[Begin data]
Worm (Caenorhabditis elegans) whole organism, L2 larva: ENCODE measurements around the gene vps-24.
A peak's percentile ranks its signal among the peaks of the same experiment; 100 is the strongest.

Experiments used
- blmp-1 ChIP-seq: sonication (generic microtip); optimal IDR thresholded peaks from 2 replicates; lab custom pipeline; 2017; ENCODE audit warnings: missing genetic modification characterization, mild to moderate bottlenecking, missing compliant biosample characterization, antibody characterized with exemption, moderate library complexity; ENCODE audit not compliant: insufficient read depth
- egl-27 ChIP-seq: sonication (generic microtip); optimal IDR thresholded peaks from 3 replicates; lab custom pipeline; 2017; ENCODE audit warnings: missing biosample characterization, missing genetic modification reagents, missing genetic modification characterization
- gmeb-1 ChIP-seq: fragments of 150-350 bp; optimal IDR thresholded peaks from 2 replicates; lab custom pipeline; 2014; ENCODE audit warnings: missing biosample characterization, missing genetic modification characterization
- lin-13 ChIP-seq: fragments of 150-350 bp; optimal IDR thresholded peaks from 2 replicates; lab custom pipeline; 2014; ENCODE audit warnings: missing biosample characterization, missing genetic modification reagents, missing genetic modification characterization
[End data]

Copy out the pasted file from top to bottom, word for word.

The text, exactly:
Worm (Caenorhabditis elegans) whole organism, L2 larva: ENCODE measurements around the gene vps-24.
A peak's percentile ranks its signal among the peaks of the same experiment; 100 is the strongest.

Experiments used
- blmp-1 ChIP-seq: sonication (generic microtip); optimal IDR thresholded peaks from 2 replicates; lab custom pipeline; 2017; ENCODE audit warnings: missing genetic modification characterization, mild to moderate bottlenecking, missing compliant biosample characterization, antibody characterized with exemption, moderate library complexity; ENCODE audit not compliant: insufficient read depth
- egl-27 ChIP-seq: sonication (generic microtip); optimal IDR thresholded peaks from 3 replicates; lab custom pipeline; 2017; ENCODE audit warnings: missing biosample characterization, missing genetic modification reagents, missing genetic modification characterization
- gmeb-1 ChIP-seq: fragments of 150-350 bp; optimal IDR thresholded peaks from 2 replicates; lab custom pipeline; 2014; ENCODE audit warnings: missing biosample characterization, missing genetic modification characterization
- lin-13 ChIP-seq: fragments of 150-350 bp; optimal IDR thresholded peaks from 2 replicates; lab custom pipeline; 2014; ENCODE audit warnings: missing biosample characterization, missing genetic modification reagents, missing genetic modification characterization